When we were twenty miles from our daughter’s house—on an unfamiliar North Carolina back road—the weather hit with a vengeance.  It probably was the hardest rain either of us had ever driven in.  It really did come down in sheets and the road edges, especially around the bridges, were starting to flood.  Being rural North Carolina, there were no shoulders, or any places, to pull over.  After some exciting hydroplaning, we finally arrived.  It would have been really ugly with the trailer.

We had three days with the grandchildren, doing grandparenty things—swimming, cookie baking, ball playing, origami folding, book reading, and movie watching.

And then we turned around and headed back.  The large moth in the picture above was on the wall outside our daughter’s door as we left

We headed over to Edenton, a town full of old southern houses and history on the Albemarle Sound and an area new to us.  We lucked out in finding a wonderful dog-friendly inn.  This little side trip without the trailer was a real education in how difficult it can be to find dog-friendly hotels.  The choice seems to come down to cheap flea bag hotels, with Trip Advisor reviews such as, “Do not stay here. The room was filthy and smelly, with hairs in the bathtub, mold on the shower curtain, and stains on the chairs,” or nicer, pricier hotels that tack on $75 or $100 dollars in a non-refundable pet fee.  It takes a lot of research just to find a place to stay.

The Pack House Inn, where we stayed in Edenton, has several buildings, one of which is dog friendly.

The Pack House

The Pack House

Our suite was one half of a cottage built in the 1870s, with a sitting room, bedroom, bathroom, front porch with a swing, and fenced back yard.  I loved it.  Zoe really loved it.

The Tillie Bond Cottage, our dog friendly lodging.

The Tillie Bond Cottage, our dog friendly lodging.

The sitting room.

The sitting room. Notice Zoe’s reflection in the fireplace mirror.

The bedroom.

The bedroom.

Dinner, however, proved to be a problem.  We arrived at about 4 pm on Sunday afternoon and every restaurant and grocery store in town was closed.  A reminder that we were truly in the South. We drove back to highway, which offered a choice between Burger King, Dairy Queen, and Pizza Hut.  Pizza it was.

While searching for a place to eat, we came across this sign.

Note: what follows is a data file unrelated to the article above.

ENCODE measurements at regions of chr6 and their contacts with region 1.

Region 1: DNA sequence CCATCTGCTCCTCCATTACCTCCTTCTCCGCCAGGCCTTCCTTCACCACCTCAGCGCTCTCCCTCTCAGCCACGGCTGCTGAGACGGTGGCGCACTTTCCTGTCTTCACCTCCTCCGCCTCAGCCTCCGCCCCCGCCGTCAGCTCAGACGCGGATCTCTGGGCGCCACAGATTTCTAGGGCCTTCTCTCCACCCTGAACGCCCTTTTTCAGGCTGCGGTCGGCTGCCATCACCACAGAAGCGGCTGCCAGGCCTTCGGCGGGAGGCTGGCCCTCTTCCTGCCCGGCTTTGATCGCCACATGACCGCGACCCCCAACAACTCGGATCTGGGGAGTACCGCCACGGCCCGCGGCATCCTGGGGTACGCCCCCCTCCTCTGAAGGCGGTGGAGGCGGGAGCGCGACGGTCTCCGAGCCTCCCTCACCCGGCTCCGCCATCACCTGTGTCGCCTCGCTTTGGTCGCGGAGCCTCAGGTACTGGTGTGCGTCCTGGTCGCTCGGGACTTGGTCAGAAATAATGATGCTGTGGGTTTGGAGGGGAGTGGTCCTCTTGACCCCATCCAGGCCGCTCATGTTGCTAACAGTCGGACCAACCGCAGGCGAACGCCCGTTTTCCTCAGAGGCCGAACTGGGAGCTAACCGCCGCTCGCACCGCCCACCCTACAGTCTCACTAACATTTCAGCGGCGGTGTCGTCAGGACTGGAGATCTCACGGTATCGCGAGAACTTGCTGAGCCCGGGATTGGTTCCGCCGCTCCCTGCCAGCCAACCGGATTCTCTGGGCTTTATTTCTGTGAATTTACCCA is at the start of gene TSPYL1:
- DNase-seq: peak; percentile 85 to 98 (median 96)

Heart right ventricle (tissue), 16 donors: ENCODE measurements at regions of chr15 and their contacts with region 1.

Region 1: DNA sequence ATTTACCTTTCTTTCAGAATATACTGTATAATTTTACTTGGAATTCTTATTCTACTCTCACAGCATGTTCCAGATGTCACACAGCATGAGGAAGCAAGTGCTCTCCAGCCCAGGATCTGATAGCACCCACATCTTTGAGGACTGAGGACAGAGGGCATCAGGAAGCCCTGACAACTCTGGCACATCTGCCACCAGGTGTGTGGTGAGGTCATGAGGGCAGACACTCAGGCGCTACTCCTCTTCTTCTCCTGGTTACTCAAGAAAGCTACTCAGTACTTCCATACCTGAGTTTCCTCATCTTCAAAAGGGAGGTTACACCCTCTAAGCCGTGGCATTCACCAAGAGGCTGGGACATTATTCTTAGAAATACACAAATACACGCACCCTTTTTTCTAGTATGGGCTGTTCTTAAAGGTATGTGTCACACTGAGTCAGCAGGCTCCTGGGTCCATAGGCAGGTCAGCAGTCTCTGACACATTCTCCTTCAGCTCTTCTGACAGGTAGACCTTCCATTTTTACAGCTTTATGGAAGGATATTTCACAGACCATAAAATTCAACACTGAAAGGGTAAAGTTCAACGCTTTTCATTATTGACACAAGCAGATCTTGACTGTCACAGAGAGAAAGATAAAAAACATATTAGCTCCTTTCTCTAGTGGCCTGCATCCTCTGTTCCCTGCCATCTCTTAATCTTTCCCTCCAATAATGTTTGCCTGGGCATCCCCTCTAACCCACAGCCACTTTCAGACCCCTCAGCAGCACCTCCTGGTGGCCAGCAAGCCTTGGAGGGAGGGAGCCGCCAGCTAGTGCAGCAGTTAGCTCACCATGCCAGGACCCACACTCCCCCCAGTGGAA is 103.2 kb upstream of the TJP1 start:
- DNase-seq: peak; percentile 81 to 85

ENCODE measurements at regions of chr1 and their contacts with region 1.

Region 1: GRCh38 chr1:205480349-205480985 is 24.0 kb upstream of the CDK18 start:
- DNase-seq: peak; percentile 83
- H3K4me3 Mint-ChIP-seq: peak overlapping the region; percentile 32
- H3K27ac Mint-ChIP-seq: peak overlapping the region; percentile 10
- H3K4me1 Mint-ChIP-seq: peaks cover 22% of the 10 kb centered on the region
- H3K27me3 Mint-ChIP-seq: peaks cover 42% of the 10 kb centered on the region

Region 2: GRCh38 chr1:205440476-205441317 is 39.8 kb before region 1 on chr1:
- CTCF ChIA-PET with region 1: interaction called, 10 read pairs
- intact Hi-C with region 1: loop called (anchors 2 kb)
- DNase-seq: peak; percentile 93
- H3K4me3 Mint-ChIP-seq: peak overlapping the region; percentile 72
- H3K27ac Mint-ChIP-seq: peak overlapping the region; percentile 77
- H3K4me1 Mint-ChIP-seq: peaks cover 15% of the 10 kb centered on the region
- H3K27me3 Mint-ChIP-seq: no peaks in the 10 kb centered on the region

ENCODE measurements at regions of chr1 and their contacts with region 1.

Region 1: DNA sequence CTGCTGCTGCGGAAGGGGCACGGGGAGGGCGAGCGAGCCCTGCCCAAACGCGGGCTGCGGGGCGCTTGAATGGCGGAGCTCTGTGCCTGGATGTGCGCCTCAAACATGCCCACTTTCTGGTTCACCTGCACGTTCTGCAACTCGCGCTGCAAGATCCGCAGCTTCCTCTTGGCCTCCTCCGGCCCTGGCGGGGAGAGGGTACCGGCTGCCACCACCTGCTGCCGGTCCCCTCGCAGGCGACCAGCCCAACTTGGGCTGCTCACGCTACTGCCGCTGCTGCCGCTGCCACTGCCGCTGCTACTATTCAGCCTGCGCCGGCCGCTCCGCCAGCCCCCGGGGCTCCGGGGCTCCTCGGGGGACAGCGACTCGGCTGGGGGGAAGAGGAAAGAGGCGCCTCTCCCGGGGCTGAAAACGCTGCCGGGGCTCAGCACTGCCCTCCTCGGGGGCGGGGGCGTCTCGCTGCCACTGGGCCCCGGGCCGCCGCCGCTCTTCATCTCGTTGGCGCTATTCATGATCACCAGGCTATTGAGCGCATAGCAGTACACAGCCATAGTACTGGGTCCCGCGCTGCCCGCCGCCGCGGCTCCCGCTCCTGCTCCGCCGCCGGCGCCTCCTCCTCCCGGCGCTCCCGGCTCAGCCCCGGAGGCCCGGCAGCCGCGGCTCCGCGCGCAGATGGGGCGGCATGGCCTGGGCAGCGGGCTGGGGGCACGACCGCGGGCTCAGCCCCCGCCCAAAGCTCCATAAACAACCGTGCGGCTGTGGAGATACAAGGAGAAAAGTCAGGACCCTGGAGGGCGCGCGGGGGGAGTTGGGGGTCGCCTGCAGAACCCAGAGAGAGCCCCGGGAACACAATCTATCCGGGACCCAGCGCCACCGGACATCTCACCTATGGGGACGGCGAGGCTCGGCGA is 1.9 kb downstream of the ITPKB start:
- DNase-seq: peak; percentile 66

While searching for a place to eat, we came across this sign.

An after-Pizza walk down to the water gave me a taste of this little town.

Edenton's downtown

Edenton’s downtown ending at the water.

 

Downtown buildings.

Downtown buildings.

Downtown movie theater, open and active

Downtown movie theater, open and active

Waterfront homes

Waterfront homes

View from dock at end of main street

View from dock at end of main street

A painting in a downtown gallery window.  Odd, no?

IMG_2406This guy was enthusiastically surfing, sort of, on meager little swells that ended on a minuscule beach.  It’s not Hawaii.

IMG_2408When I returned to the Inn, I could hear someone singing the National Anthem at the Steamers (a summer collegiate league) baseball game a few blocks away.  I liked Edenton.

In the morning, we had a delicious breakfast (with Zoe) at the Inn’s outside patio, of fresh fruit, egg casserole, grits, bacon, and toast.  The Pack House Inn treated all of us well.

We had beautiful weather for crossing the Chesapeake Bay Bridge Tunnel.  It is 21 miles of alternating bridge, tunnel, bridge, tunnel, and bridge again stretching across the mouth of the Chesapeake Bay.  So strange to be driving across the water and then to go under it and pop up to cross it again, without hitting any land in between.

The very long bridge

The very long bridge

Looking toward one of the tunnel portions

Looking toward one of the tunnel portions.  The bridge is there, and then it isn’t.

After the crossing, we had lunch at the Sting Ray, one of those local restaurants that foodies write about.  It was attached to an Exxon station and had an extensive menu.  We split a seafood platter with a crab cake, scallops, shrimp, sweet potato fries, and cole slaw that had bits of dill pickle in it.  We also splurged on two $1.49 ham, sweet potato biscuit sandwiches, an interesting and delicious contrast of sweet cinnamon-y biscuits and salty Virginia ham.

These first months of our trip have been fast paced so that we could get to the East Coast and spend time with family this summer.  We are looking forward to slowing down now and spending more time exploring the areas we travel through.  The Maine Coast is our next destination.

Zoe found her spot in the sun at the Pack House

Zoe found her spot in the sun at the Pack House